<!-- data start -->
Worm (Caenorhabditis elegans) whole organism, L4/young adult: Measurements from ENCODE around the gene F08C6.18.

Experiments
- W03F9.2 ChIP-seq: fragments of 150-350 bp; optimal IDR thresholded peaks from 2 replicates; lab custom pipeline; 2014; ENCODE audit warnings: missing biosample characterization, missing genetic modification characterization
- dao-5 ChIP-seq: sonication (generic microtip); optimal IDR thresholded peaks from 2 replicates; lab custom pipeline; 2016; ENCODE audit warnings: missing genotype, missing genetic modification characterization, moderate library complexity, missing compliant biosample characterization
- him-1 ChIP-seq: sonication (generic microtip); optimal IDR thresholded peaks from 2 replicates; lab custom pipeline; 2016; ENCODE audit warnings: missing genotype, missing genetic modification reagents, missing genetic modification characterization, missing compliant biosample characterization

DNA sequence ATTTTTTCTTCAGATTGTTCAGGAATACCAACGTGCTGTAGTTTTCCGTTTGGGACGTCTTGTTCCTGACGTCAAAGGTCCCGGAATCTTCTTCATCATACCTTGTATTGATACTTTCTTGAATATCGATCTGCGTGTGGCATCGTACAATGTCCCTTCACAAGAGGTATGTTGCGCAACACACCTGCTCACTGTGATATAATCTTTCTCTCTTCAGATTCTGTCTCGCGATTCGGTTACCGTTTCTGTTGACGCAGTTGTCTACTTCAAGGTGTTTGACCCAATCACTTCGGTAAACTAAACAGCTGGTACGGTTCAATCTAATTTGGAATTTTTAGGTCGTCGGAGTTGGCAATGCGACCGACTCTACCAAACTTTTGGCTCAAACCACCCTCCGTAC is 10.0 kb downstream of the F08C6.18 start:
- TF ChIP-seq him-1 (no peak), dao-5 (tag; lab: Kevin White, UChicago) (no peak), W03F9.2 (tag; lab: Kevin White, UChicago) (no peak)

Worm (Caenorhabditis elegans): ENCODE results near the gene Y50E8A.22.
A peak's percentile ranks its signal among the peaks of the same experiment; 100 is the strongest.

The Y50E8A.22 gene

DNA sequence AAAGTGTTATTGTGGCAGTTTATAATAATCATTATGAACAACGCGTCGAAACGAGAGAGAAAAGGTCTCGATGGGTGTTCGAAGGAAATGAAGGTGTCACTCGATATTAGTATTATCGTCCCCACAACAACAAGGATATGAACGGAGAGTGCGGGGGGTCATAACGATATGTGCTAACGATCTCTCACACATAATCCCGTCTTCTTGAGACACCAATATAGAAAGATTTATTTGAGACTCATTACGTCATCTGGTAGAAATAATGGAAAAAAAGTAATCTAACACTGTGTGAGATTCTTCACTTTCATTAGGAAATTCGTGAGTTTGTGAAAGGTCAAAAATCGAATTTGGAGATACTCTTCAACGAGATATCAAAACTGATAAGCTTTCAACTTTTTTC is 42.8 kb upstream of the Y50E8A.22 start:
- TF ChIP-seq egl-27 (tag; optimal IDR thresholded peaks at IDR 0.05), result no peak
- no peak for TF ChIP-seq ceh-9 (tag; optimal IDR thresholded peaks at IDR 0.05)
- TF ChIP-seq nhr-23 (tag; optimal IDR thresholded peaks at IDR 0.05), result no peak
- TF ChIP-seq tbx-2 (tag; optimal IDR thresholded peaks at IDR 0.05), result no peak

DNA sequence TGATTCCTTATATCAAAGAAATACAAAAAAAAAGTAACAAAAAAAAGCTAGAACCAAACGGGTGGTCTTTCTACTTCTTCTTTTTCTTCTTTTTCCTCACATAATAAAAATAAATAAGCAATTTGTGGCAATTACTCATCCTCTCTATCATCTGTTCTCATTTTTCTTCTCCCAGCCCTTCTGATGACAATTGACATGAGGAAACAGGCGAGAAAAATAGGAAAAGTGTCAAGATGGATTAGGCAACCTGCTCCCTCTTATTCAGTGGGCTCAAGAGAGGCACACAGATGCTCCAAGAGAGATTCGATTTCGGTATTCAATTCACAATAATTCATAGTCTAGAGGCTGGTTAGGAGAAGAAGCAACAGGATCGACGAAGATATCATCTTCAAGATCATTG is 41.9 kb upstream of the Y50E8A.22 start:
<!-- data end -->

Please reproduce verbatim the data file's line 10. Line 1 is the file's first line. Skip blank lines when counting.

The Y50E8A.22 gene